The Mabo decision changed Australia's concept of land ownership. It was a divisive yet important step toward recognising Indigenous rights and establishing native title.
The NT youth justice royal commission’s interim report did not deliver any findings or make any recommendations. Nor did it reflect young people’s personal stories.
It’s a mystery why another trial of the Cashless Debit Card is necessary – particularly given how it has led to further economic and social harm among its participants.
A new code of conduct for researchers has been developed by the San peoples of southern Africa.
A strengthening movement of Indigenous designers and developers is working to show Indigenous cultures, teachings, languages and ways of knowing through video games.
In North-east India, children of the Khasi Hills (Meghalaya) learn slash and burn cultivation, an intergenerational yet controversial indigenous practice.
From Chinese laborers to 'bad hombres,' the US settler mentality has perpetuated an immigration system that pushes out unwanted groups and bypasses the Constitution.
Standoff over North Dakota pipeline and Chief Sitting Bull's Standing Rock is another broken promise made to Native Americans.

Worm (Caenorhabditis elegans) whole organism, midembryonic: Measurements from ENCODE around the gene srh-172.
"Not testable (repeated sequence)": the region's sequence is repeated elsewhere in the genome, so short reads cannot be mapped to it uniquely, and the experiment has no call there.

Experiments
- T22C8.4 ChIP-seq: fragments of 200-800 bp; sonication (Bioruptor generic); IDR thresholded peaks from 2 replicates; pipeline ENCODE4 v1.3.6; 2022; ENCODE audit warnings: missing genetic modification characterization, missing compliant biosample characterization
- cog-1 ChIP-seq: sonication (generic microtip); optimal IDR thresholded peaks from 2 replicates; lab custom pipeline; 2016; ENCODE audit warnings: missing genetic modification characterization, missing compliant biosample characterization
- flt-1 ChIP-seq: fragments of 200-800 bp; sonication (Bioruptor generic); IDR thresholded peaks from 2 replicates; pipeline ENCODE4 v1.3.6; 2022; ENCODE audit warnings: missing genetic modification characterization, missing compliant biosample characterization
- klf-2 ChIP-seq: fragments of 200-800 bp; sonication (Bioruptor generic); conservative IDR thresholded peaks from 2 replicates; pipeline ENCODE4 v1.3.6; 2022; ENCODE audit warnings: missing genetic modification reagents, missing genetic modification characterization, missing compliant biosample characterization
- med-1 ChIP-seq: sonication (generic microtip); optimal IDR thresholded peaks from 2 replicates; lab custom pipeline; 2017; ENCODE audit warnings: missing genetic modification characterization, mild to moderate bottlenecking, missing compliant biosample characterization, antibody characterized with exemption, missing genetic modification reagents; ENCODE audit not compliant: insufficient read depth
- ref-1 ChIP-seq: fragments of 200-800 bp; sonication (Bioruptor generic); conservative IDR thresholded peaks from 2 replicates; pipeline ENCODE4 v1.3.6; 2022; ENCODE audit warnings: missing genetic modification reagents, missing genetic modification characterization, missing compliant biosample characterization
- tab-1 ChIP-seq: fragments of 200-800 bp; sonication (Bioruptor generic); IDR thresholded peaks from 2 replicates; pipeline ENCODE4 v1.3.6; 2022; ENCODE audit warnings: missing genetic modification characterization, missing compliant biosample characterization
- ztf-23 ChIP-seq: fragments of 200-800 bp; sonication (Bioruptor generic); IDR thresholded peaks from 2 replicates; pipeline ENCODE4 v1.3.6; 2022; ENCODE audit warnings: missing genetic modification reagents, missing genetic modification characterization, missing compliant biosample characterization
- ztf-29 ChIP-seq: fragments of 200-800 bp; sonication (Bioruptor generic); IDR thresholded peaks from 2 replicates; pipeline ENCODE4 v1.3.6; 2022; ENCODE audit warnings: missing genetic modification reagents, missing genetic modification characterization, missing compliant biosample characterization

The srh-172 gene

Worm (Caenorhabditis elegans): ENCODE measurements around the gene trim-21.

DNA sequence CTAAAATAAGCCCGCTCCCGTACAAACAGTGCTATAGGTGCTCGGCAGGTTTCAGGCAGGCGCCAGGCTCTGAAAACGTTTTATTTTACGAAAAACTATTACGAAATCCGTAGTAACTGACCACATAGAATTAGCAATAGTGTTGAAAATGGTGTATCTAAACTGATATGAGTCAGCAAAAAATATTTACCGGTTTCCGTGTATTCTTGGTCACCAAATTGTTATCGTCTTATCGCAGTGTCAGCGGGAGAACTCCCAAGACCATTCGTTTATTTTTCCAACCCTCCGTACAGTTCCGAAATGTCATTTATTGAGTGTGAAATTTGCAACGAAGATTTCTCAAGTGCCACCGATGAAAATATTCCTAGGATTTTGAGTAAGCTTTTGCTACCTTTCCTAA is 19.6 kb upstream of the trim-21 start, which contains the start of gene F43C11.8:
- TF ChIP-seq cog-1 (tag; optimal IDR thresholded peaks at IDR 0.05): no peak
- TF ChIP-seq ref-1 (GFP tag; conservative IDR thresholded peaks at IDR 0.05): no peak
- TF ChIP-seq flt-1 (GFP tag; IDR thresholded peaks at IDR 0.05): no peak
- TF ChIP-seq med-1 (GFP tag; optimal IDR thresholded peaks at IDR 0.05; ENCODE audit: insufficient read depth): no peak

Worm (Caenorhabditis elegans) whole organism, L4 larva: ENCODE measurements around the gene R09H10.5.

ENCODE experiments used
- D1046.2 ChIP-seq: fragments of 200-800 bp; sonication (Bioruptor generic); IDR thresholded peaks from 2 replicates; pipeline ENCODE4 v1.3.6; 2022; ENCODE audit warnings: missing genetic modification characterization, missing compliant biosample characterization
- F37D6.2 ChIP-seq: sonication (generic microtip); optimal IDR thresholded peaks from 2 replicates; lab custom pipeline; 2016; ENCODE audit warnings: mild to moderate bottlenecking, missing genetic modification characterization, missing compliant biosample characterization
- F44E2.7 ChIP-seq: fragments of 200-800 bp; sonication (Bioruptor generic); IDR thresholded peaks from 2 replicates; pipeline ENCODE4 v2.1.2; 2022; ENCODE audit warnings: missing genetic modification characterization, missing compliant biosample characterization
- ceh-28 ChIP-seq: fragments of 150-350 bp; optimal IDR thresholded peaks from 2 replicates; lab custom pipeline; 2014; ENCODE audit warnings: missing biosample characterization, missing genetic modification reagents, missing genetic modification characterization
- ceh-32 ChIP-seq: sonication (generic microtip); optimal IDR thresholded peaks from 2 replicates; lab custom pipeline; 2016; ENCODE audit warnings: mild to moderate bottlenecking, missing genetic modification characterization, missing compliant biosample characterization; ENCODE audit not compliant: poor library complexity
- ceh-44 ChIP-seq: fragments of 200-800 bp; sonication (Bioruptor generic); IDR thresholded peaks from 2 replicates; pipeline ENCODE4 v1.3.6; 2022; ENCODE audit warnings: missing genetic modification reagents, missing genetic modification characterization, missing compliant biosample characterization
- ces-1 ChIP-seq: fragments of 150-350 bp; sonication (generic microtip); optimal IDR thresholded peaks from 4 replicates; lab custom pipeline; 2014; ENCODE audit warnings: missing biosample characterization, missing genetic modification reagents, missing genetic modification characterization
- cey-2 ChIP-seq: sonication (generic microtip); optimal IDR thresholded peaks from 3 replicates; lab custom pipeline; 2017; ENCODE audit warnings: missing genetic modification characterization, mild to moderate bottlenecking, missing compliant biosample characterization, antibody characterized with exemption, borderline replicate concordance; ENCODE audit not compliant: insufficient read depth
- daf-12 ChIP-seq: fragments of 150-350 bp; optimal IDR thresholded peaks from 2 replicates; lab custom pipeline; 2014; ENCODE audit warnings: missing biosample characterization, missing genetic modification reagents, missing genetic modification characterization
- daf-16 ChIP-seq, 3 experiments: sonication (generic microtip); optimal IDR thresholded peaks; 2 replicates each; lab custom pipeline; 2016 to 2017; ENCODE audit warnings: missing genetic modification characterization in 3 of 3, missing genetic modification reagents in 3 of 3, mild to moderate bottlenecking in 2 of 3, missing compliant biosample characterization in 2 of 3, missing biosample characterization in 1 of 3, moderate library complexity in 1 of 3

Why, despite substantial spending, do serious difficulties continue to plague efforts to improve Indigenous wellbeing?
A new report recognises that no two Indigenous suicides are identical, then skilfully identifies common themes for informing responses that have the potential to save lives.
Indigenous people make up small percentages of the population in many countries – but using social media, Indigenous voices can be heard worldwide. Here are a dozen deadly Australians worth following.
There is a deep connection between past and present in Indigenous affairs in Australia.
Hundreds of Aboriginal people were incarcerated on Dorre and Bernier islands for "venereal disease" between 1908 and 1919. The lock hospitals were penal rather than therapeutic institutions.
The ABC has missed a rare opportunity to deeply engage with the diversity of views among Indigenous Australians about whether and how they should be 'recognised' in the Constitution.
Indigenous peoples live in societies where their sense of cultural worth is constantly undermined.
A new documentary examines indigenous activism in Peru – calling attention to the dark side of the country's economic boom.
Chair of the Prime Minister’s Indigenous Advisory Council, Warren Mundine, told Q&A that $30 billion is spent every year on 500,000 Indigenous people in Australia. Is that right?
For many, relations between Indigenous Australians and the government are best described as being in a state of crisis.
The longer the process of recognising Indigenous Australians in the Constitution goes on, the more debate is likely to split and fracture.
What the Northern Territory's experience with state interventions reveals is that rather than protecting young people, it has placed them at greater risk of mistreatment and trauma.